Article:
I purposefully seek out interesting weather and lighting events to get the mood and drama I desire. I’m swimming with my camera in hand and often spend hours bobbing about waiting for the light and weather to cooperate. This series is the culmination of about 100 different swims, so not every swim results in a spectacular lighting event or weather event. I’ll keep an eye on the weather charts and swell forecasts whilst in the studio and if it looks like it’s all coming together I’ll pack my gear and jump on in. I thoroughly enjoy swimming and shooting when the ocean turns wild. Wild seas and screaming winds make for a fun swim and dramatic imagery. I’ll usually prepare my gear, before leaving the studio, lens choice is left until I see the ocean’s mood. My light and my preferred conditions are dark, stormy, oily seas with a strong wind. These are the conditions that really make you feel alive and are the most challenging to shoot. The subject is fighting back.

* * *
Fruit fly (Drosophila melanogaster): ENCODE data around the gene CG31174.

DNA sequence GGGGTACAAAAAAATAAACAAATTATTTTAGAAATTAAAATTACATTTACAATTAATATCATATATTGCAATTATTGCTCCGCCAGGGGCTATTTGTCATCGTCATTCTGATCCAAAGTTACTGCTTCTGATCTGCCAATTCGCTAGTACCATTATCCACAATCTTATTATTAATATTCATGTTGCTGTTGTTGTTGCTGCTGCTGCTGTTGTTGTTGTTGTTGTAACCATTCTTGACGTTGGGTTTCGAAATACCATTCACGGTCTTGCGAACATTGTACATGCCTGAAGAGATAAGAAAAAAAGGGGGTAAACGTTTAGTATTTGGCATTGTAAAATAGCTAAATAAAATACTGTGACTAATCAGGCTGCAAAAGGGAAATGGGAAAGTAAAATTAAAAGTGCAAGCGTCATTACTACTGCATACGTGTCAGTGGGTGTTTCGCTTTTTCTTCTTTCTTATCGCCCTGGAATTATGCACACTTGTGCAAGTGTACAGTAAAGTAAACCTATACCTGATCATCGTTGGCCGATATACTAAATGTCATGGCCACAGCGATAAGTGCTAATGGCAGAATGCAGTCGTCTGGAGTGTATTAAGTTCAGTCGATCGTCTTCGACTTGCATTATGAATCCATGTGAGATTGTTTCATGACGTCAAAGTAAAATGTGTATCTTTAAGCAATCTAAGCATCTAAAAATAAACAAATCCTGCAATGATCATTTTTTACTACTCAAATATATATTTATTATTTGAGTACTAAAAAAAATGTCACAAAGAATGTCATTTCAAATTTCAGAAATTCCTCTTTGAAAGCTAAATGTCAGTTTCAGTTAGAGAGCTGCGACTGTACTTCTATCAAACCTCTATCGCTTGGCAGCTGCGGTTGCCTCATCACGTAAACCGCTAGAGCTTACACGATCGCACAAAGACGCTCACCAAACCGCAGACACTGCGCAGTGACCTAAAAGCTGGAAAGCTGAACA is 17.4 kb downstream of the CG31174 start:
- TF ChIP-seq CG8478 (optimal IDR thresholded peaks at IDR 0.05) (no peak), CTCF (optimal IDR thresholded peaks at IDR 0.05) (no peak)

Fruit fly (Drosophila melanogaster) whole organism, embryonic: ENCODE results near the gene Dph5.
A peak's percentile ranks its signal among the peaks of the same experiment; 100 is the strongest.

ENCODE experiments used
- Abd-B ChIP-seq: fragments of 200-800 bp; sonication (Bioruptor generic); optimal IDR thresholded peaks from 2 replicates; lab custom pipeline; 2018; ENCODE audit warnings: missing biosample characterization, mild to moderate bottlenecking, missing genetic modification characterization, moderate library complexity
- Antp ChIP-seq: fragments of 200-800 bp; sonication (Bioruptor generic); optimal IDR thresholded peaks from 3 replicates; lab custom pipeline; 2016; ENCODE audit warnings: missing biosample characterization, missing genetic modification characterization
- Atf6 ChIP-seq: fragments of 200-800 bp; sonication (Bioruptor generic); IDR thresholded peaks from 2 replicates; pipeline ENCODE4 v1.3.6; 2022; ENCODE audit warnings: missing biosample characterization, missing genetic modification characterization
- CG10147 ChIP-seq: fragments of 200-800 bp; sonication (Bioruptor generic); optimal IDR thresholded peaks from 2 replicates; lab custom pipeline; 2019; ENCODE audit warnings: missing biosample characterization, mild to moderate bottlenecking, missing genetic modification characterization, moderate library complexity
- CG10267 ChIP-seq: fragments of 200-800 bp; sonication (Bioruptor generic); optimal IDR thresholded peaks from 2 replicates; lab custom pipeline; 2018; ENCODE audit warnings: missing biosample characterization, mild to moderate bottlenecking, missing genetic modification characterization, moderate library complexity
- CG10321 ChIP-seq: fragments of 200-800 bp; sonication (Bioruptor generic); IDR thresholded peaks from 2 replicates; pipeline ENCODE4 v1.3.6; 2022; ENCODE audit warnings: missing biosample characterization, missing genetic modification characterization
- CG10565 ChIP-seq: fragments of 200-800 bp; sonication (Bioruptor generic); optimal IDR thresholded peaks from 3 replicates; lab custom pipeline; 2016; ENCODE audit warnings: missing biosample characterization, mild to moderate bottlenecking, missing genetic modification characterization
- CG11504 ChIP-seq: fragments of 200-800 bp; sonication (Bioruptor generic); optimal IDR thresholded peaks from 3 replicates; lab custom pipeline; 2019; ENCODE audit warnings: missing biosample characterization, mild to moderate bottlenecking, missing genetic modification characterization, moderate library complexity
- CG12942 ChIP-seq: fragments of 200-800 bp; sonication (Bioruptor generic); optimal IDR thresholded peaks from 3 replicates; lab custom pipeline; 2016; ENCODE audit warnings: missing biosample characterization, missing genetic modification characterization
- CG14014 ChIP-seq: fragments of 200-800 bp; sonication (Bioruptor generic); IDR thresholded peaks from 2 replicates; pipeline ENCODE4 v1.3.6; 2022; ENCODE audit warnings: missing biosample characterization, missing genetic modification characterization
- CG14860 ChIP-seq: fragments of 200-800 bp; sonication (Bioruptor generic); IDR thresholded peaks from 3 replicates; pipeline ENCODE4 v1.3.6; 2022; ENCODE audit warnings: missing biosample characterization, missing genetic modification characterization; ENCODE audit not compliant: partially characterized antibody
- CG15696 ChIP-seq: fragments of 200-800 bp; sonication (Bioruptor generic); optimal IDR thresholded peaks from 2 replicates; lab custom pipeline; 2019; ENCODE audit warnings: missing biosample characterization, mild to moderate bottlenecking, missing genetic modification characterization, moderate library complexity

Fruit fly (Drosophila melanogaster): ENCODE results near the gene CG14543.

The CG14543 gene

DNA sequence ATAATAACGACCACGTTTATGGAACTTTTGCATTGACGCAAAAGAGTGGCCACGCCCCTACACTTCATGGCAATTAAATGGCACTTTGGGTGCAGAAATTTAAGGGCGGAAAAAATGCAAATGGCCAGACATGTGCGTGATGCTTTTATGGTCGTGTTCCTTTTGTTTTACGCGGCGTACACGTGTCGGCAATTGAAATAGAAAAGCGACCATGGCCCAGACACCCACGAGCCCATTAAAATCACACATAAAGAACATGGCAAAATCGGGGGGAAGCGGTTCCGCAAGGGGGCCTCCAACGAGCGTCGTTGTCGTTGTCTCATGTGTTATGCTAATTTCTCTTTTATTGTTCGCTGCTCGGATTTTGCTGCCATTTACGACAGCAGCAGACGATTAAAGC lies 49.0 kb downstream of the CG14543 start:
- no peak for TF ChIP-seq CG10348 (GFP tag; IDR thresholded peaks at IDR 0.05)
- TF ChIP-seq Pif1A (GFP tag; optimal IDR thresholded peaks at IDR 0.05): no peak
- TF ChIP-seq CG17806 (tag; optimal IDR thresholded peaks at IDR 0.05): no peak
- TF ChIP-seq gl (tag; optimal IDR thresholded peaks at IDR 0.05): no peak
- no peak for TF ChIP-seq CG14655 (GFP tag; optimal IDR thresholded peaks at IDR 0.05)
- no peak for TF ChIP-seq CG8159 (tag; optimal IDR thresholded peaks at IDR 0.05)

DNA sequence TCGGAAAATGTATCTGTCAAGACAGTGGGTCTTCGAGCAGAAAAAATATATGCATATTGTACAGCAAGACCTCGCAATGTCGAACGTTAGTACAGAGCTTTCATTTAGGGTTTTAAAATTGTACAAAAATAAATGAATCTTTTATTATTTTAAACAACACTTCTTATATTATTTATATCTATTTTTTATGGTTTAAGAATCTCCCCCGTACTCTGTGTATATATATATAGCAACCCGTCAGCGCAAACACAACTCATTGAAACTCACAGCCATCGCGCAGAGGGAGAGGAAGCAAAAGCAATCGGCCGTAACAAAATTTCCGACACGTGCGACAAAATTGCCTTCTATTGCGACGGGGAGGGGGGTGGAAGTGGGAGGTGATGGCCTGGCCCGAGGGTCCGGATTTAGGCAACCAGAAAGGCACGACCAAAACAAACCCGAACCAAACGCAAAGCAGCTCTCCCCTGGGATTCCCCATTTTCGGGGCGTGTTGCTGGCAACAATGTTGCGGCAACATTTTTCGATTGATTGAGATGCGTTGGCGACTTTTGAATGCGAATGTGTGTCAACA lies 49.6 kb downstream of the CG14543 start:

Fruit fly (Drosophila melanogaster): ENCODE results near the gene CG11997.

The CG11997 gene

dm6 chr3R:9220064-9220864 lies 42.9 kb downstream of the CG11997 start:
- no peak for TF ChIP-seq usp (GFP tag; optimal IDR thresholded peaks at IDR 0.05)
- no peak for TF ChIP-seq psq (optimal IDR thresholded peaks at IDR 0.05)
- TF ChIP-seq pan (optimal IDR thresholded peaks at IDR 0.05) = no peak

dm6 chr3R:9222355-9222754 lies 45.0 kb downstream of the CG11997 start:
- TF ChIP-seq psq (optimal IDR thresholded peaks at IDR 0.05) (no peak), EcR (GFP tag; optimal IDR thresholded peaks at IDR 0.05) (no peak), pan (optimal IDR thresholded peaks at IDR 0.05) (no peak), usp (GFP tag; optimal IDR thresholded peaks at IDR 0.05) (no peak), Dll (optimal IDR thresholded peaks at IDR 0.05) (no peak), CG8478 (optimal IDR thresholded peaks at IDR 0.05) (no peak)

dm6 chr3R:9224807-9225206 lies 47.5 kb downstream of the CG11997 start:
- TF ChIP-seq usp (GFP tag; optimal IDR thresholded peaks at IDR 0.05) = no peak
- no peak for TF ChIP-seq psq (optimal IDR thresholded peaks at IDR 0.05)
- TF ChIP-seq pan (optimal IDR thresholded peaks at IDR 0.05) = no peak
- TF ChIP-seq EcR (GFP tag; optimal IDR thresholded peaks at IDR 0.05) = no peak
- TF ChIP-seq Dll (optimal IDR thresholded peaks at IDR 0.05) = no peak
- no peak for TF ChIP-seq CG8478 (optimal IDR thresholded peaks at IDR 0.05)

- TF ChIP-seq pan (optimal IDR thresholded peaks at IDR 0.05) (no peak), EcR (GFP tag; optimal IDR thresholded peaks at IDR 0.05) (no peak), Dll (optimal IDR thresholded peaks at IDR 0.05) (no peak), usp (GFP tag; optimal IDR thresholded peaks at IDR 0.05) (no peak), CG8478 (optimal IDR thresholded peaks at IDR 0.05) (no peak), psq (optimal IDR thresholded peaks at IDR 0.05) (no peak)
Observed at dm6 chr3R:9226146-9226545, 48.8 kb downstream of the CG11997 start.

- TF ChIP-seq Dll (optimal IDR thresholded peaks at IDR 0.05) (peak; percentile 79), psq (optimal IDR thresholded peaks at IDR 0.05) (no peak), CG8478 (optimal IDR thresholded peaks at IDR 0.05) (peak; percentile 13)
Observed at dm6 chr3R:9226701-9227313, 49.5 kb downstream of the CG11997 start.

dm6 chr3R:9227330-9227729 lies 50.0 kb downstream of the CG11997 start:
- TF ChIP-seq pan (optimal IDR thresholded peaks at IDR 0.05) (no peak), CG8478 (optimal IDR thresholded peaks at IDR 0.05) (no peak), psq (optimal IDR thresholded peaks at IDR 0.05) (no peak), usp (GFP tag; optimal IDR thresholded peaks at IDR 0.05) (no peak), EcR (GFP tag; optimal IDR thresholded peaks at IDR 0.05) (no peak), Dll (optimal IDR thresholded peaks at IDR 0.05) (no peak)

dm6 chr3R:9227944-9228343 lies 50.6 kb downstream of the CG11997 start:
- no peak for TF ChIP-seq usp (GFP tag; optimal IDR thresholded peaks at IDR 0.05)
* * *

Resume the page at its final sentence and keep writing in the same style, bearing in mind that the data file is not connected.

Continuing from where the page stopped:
This summer you will be embarking on a massive trip down the Southern Australian coastline, how are you preparing for this adventure?
LAND SEA YOU ME will bring together my love of adventure, cycling, my passion for the South Australian coast and my profession as a photographer. It’s going to be a gruelling and challenging 6 months, both physically and artistically. I’m extremely excited to be embarking on such an ambitious project. 5000kms, by bike and photographing the entire journey. Land Sea You Me will be a unique adventure, camping every night, waiting for light, I will capture the LAND SEA YOU ME. I’m going to document the road, the surf, the people, places, spaces and all that makes the state of South Australia truly unique. The journey will end in a major exhibition and a coffee table book.